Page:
Friday, November 5, 2010
by Miki Kashtan
What is it that we are taught we can’t have, and what is it that we are encouraged to pursue instead? Here are the pairs I have come up with so far. Can you think of any others? If so, I invite you to post them as comments.
We live in a society which provides a huge amount of convenience to those who can afford it. So much is available at the push of a button which makes life so much more convenient. Yet none of these things provide much joy. It is becoming more and more apparent that this level of convenience is numbing, and that many societies and groups, both outside the USA, and within some groups in the USA (not the dominant group) have significantly less convenience in their life, yet display in many instances a lot more joy despite the oppressive conditions.
Both individuals and groups try to establish for themselves a sense of security, both physical and economic, unsuccessfully. Yet societies exist in the world, or neighborhoods, where the sense of community has not died, and where people are not obsessed by security. Doors are unlocked, and people know that whatever resources exist in the community will be shared. Real security lies within a community, not in amassing fortresses and savings.
Individuals within this society (and others) are striving for success, and sacrifice years of their lives working hard in order to succeed. But their deep need for a sense of purpose in life is not at all addressed, no matter how “successful” they become. At the same time more and more people discover the possibility of experiencing a life away from the tension of success, which is at the same time filled with a sense of purpose.
Technology has made every aspect of our lives more efficient and productive, and that is offered to us as a substitute for exercising our creativity and being able to contribute our gifts in full to others and to life. We speed up to get things done, and we have more and more gadgets and “time-saving” devices, and yet fewer and fewer of us have a sense of meaning on a daily basis, or experience that we make a difference in the world.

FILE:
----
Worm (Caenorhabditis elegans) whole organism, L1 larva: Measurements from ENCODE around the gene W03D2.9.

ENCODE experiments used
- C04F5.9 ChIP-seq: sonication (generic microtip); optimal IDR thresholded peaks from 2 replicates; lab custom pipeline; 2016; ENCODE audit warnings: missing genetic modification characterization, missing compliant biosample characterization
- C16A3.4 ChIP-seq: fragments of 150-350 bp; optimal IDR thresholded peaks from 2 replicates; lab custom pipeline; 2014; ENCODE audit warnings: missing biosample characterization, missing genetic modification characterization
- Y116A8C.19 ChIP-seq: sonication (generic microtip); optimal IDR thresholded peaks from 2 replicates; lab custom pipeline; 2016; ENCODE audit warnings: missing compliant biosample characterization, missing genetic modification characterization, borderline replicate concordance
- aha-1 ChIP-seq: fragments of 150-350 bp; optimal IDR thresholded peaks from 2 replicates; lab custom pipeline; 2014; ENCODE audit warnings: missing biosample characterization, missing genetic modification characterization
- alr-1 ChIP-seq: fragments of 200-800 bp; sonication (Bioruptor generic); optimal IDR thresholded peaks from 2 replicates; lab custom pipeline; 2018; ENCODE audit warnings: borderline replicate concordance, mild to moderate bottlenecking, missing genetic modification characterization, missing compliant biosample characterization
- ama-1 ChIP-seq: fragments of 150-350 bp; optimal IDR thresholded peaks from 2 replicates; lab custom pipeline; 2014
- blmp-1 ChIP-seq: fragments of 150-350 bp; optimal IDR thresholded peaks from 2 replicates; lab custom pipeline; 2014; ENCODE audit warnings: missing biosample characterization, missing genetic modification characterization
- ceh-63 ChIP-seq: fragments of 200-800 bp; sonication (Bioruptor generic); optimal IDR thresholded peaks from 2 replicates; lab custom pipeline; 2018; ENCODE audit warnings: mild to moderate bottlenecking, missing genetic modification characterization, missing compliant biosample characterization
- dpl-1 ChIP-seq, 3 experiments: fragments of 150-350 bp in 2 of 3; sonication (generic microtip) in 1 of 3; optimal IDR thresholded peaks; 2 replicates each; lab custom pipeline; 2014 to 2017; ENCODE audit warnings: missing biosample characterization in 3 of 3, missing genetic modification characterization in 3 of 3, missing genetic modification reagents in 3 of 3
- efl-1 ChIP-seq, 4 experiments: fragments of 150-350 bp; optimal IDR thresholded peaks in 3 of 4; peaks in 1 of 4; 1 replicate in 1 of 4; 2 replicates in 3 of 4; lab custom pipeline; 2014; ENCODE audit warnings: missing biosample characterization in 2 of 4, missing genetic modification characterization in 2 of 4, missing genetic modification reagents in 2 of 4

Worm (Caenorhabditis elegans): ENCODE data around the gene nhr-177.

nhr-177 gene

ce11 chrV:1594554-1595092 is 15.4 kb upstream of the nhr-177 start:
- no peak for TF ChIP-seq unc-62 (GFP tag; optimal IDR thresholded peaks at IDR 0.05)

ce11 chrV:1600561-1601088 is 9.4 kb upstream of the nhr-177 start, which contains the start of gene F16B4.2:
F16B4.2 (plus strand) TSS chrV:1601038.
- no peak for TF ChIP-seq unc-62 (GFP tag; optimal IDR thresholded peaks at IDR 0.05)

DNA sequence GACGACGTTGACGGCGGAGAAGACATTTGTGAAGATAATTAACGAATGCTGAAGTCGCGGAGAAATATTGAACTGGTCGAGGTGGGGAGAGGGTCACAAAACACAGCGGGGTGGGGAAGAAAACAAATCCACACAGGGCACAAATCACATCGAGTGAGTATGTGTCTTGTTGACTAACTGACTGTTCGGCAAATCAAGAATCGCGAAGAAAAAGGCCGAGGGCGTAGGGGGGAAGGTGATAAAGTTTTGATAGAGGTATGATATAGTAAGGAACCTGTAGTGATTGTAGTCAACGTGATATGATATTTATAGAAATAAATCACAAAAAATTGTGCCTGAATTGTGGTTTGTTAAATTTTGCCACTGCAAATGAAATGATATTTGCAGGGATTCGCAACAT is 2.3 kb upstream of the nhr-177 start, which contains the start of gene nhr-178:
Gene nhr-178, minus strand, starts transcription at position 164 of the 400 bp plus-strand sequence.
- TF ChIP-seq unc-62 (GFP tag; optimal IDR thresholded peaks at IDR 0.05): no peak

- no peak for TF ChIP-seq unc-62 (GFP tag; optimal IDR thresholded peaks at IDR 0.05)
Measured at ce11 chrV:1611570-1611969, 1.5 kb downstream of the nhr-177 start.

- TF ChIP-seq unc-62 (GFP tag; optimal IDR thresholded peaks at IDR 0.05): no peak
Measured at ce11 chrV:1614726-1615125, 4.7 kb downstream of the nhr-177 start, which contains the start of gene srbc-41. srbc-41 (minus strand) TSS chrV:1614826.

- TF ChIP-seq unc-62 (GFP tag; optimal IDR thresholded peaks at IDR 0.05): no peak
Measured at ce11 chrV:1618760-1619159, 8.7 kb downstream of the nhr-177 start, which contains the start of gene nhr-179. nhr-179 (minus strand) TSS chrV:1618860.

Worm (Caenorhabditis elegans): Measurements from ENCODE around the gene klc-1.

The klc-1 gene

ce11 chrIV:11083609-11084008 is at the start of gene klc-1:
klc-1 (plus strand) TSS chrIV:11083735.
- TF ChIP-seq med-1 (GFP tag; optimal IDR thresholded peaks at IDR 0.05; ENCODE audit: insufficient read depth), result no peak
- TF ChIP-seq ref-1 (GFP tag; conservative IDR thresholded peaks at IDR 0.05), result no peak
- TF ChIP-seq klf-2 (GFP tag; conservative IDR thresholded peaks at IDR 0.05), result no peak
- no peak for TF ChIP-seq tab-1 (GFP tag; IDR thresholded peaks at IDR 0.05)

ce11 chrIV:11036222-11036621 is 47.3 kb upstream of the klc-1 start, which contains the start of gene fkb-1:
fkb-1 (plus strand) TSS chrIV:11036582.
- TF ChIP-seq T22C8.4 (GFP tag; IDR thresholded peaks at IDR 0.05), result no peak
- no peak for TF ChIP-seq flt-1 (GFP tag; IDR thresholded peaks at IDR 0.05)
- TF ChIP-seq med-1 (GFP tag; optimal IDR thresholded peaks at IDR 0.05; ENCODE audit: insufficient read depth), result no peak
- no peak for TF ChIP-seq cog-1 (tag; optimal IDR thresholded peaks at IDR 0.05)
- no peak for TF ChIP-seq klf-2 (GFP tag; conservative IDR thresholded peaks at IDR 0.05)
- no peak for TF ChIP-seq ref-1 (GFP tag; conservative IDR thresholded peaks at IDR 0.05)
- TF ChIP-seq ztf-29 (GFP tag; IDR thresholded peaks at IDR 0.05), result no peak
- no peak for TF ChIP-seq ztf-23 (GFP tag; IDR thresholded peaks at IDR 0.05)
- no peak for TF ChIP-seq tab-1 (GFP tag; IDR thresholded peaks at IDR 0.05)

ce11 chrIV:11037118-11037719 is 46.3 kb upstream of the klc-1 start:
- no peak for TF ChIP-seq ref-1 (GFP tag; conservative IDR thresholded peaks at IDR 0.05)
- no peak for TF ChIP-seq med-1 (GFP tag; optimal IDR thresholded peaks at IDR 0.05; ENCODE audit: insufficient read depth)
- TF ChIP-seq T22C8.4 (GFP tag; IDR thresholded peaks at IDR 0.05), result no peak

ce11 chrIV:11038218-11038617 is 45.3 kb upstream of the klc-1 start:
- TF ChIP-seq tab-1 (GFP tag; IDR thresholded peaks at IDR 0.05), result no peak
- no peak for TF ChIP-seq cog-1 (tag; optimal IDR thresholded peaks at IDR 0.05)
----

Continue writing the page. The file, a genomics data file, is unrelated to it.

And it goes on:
The drive to accumulate money is fueled by the assumption that having a lot of money means being free to do what we please. And yet the true sense of freedom eludes most of us. No amount of money can buy internal peace, the ability to respond to situations freshly, and the transformation of debilitating internal messages and external pressures into clarity about what we want and how we want to move towards it.
Finally, having given up on the hope that we will have the power to have our life be the way we want it and have our real needs met, we seek instead to have control over resources and other human beings. Time and again it becomes evident that people's sense of power does not increase with the amount of control they are able to exercise over others. In fact, there is reason to believe that at least some of the time people’s sense of power actually decreases with more access to resources and is replaced by fear and isolation, which drive people to exercise even more control.
Learning about Privilege
The real question for me remains how to support learning about access to resources and privilege without guilt or shame. I do not pretend to know the answer. I only have some preliminary thoughts about this immense task. It’s clear to me that love is essential, so the landing into reality is cushioned, not harsh. I also imagine that rekindling the hope in having our real needs matter makes it more likely that we can open up to experiencing the longings we have. My goal, for myself and for others, is not to “give up” privilege. My hope is that each of us can wake up to the deepest goals and dreams that we have for ourselves and everyone else. When we can accept and celebrate both our needs and our resources, we can learn to use resources with conscious choice. That is my vision of true responsible freedom. I look forward to the many conversations that will support all of us in going in that direction.